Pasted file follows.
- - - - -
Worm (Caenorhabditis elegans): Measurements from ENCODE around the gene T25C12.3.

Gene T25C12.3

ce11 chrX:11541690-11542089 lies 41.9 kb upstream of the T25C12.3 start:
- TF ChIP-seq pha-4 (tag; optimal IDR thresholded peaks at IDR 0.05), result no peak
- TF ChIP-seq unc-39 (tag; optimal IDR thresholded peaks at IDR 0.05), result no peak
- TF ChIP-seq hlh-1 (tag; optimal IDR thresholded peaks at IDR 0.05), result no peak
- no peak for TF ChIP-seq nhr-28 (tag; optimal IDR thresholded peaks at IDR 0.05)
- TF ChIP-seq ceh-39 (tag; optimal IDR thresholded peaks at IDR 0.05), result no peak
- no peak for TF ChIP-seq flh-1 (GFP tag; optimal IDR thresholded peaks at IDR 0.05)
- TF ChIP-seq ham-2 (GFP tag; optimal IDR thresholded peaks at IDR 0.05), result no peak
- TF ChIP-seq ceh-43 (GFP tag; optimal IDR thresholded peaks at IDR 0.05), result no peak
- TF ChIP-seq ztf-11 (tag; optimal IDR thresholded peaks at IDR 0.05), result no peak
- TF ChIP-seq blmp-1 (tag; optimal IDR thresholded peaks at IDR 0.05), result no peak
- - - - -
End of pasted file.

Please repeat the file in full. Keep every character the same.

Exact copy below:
Worm (Caenorhabditis elegans): Measurements from ENCODE around the gene T25C12.3.

Gene T25C12.3

ce11 chrX:11541690-11542089 lies 41.9 kb upstream of the T25C12.3 start:
- TF ChIP-seq pha-4 (tag; optimal IDR thresholded peaks at IDR 0.05), result no peak
- TF ChIP-seq unc-39 (tag; optimal IDR thresholded peaks at IDR 0.05), result no peak
- TF ChIP-seq hlh-1 (tag; optimal IDR thresholded peaks at IDR 0.05), result no peak
- no peak for TF ChIP-seq nhr-28 (tag; optimal IDR thresholded peaks at IDR 0.05)
- TF ChIP-seq ceh-39 (tag; optimal IDR thresholded peaks at IDR 0.05), result no peak
- no peak for TF ChIP-seq flh-1 (GFP tag; optimal IDR thresholded peaks at IDR 0.05)
- TF ChIP-seq ham-2 (GFP tag; optimal IDR thresholded peaks at IDR 0.05), result no peak
- TF ChIP-seq ceh-43 (GFP tag; optimal IDR thresholded peaks at IDR 0.05), result no peak
- TF ChIP-seq ztf-11 (tag; optimal IDR thresholded peaks at IDR 0.05), result no peak
- TF ChIP-seq blmp-1 (tag; optimal IDR thresholded peaks at IDR 0.05), result no peak